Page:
Weymouth 2017

In mid September, nine Stratford Dive Club members enjoyed the delights of diving in Dorset from Tango, the big orange dive boat, based in Weymouth.

I particularly wanted us to dive two iconic wrecks—the Aeolian Skye and the Elena R, because they are both BIG wrecks with wreckage that stands tall and has recognisable “boaty parts” rather than flat plates. I’m pleased to say that the weather was in our favour and we managed to dive both of these and 2 drift dives besides.

In order to ensure we got slack on The Aeolian Skye without having to leave the harbour at stupid o’clock on Saturday, Phil the skipper suggested we did a drift dive on the Black Hawk in the morning and after a suitably long surface interval, dive “The Skye” in the afternoon, which was a good plan. The current on the Black Hawk was quite strong which made for an interesting time as the wreck consists of pieces of wreckage scattered at intervals on the seabed at about 18m. The dive proved quite fruitful as David and I came up with a nice lobster and Ellen and Dan a lemon sole.

Divers aboard the Tango

Aboard the Tango

After over 3 hours surface interval (Miles, please note!) we dived the Aeolian Skye, a Greek freighter which sank in 1979 and now lies at 30+m. The dive was marvellous, the vis was good, not the very best I’ve seen on it, but excellent compared to the first few times I dived it when you could barely see a metre ahead.

Tango is an excellent dive boat with diver lift and loo and also has sleeping accommodation for those who don’t mind “basic”; numerous B&Bs are also handy for those of us too genteel to rough it! As Tango moors overnight in the harbour we had easy access to the quayside pubs.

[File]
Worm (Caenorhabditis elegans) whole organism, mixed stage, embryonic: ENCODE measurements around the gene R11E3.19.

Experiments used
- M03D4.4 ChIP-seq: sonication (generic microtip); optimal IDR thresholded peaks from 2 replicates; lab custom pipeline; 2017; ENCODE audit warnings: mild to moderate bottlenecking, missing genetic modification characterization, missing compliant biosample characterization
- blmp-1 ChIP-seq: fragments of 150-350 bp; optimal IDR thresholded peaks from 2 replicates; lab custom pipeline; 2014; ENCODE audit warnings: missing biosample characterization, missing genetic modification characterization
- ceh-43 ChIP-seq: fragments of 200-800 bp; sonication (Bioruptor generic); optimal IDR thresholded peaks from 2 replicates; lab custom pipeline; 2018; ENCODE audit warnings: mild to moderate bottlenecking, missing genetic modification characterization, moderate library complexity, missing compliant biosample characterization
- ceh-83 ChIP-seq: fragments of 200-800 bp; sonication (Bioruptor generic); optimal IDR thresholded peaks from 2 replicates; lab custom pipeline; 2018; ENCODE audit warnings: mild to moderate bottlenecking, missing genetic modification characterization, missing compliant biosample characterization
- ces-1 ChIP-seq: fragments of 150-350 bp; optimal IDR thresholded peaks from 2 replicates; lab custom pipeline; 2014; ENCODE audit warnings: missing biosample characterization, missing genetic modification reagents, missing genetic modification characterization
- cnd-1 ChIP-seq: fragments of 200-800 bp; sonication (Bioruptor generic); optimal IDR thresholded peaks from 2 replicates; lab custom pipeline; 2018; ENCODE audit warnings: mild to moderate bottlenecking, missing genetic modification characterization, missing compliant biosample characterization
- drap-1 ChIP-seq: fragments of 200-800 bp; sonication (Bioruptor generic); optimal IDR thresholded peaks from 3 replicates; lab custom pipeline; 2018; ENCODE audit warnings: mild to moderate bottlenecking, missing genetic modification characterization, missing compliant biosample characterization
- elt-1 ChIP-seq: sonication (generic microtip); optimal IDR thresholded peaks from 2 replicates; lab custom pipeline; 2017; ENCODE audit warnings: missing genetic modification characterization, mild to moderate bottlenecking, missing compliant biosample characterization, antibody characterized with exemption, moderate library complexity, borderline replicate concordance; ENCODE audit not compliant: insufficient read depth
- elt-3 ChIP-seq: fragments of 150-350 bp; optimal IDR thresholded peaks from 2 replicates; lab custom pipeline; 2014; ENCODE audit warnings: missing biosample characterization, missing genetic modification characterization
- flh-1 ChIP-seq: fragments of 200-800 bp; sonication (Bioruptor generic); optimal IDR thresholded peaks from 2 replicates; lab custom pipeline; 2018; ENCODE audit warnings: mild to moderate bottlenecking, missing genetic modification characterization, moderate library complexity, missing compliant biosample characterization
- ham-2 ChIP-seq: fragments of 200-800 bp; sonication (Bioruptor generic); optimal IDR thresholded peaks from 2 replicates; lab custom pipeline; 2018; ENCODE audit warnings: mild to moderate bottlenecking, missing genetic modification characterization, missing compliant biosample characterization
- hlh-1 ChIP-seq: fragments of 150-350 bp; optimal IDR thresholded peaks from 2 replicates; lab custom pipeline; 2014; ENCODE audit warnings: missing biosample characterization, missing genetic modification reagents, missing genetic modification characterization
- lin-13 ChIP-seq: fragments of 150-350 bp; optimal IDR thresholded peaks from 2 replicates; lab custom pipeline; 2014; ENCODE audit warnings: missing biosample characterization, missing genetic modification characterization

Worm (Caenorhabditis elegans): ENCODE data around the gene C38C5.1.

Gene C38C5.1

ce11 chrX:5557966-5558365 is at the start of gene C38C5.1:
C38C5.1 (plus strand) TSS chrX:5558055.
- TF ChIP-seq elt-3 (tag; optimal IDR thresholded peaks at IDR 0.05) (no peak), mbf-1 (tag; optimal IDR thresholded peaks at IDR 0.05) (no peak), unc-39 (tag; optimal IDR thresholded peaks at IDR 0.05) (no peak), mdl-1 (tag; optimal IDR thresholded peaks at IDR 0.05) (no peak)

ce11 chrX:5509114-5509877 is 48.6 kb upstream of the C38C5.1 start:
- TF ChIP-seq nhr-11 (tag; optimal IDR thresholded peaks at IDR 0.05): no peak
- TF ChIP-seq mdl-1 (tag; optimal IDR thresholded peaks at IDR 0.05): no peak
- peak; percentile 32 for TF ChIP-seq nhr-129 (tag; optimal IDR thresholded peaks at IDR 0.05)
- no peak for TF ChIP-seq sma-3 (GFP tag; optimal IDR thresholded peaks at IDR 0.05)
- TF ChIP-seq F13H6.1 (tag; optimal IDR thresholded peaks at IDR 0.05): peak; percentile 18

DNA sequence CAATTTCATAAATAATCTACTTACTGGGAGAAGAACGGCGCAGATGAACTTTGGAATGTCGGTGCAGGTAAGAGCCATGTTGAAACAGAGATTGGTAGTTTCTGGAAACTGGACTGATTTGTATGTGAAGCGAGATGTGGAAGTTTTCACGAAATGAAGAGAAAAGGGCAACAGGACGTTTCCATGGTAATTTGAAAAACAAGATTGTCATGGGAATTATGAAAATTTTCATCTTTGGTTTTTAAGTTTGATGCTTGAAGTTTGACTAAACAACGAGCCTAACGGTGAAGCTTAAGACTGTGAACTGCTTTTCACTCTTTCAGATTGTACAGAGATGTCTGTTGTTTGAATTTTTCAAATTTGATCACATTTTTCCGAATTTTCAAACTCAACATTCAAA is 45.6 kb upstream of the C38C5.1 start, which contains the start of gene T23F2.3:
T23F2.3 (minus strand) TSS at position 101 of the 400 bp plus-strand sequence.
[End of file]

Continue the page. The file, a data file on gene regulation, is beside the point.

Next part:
We had to leave the harbour at 7.30am on Sunday in order to get slack water on the Elena R. Continuing the Greek theme, the Elena R was another Greek freighter, this one having been sunk by a U Boat in 1939. It lies at 28+m and is a bit more broken up. Again the vis was good. The wreck seemed almost buried in mussel shells in places and crabs galore were stalking about mob-handed.

Our last dive was an exhilaratingly fast drift dive on Lulworth Banks during which we all made good use of our “scalloping equipment” to harvest a variety of crustaceans whilst fighting off myriads of baby scallops that bounced up around us as we flew over. Obviously those were left down there!

All in all we had a very jolly time as you can see from the photo, and I would personally like to thank all the participants for their excellent company and co-operation throughout.

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